It really will be a case of unravelling each layer and eventually looking for different coping mechanisms for whatever is causing the stress/distress.
Bulimia is shrouded in shame (for the sufferer) which makes talking tricky. I had endless counselling which didn’t work at all for me and only served as a trigger to spiral more after each session. For me, intensive NLP worked but there are still foods I actively avoid to prevent being triggered. I had NLP 15 years ago and have lived a happier more balanced way with food since but to me it is akin to alcoholism, it’s always there, you’re never cured but you can live alongside food in a more ‘normal’ way.
I do have male friends who have been bulimic too so happy to help if I can.

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GoWalkabout · 31/03/2021 20:34

I've treated men with Bulimia?

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IamAporcupine · 31/03/2021 20:52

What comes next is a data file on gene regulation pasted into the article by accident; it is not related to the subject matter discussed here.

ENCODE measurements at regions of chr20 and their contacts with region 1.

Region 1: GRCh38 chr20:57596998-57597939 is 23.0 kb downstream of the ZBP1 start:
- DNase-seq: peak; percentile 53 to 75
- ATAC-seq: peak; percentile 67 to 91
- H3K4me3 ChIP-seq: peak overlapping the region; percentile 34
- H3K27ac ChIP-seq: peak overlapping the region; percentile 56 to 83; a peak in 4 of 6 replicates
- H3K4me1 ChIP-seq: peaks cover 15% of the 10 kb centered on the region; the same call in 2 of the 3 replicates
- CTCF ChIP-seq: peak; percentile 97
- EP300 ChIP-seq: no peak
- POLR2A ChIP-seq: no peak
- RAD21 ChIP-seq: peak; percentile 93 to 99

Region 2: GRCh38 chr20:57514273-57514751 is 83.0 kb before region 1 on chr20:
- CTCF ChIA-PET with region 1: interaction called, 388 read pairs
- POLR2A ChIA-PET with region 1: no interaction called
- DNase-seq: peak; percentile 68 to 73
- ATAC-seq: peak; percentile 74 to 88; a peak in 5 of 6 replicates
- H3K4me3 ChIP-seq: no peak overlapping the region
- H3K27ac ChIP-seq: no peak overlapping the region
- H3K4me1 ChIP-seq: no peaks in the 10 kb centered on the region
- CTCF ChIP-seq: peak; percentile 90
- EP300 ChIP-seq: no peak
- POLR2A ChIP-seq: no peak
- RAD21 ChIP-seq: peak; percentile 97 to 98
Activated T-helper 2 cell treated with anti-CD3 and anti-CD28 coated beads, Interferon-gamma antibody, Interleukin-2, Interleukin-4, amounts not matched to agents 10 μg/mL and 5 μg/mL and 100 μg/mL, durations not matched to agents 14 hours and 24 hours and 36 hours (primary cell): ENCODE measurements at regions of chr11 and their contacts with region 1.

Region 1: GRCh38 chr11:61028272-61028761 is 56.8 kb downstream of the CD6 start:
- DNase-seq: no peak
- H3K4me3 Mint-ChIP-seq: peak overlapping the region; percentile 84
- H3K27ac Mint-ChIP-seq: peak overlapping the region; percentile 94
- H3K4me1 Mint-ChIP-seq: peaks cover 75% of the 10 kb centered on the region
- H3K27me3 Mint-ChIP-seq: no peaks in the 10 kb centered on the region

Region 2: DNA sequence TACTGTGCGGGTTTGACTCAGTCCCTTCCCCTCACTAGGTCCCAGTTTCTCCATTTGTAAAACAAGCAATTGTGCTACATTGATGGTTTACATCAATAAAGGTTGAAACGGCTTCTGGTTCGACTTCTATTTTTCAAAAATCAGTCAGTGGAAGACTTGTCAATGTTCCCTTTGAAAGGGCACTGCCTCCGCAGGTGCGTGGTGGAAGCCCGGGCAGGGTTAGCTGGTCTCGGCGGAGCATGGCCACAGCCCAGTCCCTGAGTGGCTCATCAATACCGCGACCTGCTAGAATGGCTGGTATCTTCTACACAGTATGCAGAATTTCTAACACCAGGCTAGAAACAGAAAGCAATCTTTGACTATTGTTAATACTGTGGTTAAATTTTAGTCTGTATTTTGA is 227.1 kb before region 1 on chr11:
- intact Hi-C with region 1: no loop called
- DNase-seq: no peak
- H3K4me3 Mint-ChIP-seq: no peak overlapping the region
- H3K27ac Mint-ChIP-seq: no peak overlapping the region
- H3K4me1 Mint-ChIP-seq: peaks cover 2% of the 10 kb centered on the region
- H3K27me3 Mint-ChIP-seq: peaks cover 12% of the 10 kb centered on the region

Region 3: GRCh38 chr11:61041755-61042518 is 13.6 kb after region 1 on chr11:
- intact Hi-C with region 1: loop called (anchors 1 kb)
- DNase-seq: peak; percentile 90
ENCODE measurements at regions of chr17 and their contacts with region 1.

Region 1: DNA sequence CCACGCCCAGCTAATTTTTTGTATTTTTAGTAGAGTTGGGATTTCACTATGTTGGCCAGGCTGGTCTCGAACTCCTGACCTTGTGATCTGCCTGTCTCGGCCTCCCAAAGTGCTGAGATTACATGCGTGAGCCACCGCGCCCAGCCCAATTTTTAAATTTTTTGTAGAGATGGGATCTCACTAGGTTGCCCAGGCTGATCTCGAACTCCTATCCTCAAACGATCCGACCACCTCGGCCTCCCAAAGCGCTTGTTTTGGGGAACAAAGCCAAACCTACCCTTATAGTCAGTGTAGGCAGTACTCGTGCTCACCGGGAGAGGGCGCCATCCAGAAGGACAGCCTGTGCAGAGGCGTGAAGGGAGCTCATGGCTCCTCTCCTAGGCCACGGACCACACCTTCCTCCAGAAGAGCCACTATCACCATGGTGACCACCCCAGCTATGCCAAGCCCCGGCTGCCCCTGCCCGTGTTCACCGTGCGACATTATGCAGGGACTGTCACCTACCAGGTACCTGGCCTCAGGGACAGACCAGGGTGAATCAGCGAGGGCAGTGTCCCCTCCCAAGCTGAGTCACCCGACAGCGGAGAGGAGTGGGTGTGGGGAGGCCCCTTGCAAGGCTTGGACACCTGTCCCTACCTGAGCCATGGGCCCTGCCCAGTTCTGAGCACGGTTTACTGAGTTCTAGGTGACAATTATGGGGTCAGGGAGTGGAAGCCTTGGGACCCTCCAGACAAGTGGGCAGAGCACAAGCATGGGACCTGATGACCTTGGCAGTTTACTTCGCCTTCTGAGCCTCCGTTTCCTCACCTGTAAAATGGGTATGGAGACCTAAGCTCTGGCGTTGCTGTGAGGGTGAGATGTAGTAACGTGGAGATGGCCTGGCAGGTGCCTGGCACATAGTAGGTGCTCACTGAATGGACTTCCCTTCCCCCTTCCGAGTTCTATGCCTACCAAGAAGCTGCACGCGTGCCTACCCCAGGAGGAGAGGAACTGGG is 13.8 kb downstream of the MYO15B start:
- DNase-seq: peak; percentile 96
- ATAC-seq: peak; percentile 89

Thank you @picklemewalnuts for the bumps!


@OrchidFlakes - it is binging and purging and excessive exercise. Not sure if there is a trigger food. He says he was deeply depressed and the bulimia was his way out.
As you say, he was/is very ashamed and found it impossible to approach me all these years.

Can I ask you why counselling didn't work?

@GoWalkabout, thank you.

I am just very confused. I can understand that bulimia took over his life, and he was suffering but he treated me like shit for 10 years because of this.
Would you mind having a look at my other thread? It's the idea of him being manipulative that really scares/worries me

www.mumsnet.com/Talk/relationships/4205990-How-would-you-feel

thank you

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IamAporcupine · 31/03/2021 20:54

@OrchidFlakes - sorry you battled with this too. Flowers

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GoWalkabout · 31/03/2021 21:09

I remember your thread. I don't think depression or bulimia excuse or explain his actions - more often people with Bulimia mask their emotions or put others needs first in my experience. Perhaps the black dog of depression or his own black and white unrelenting standards also made him critical of you? But you didn't deserve that. I don't know what is happening for you now, but it's OK to not want to support him.

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IamAporcupine · 31/03/2021 21:17

Thanks so much @GoWalkabout, that helps.

I do want to support him, I just do not know if I want to continue the relationship.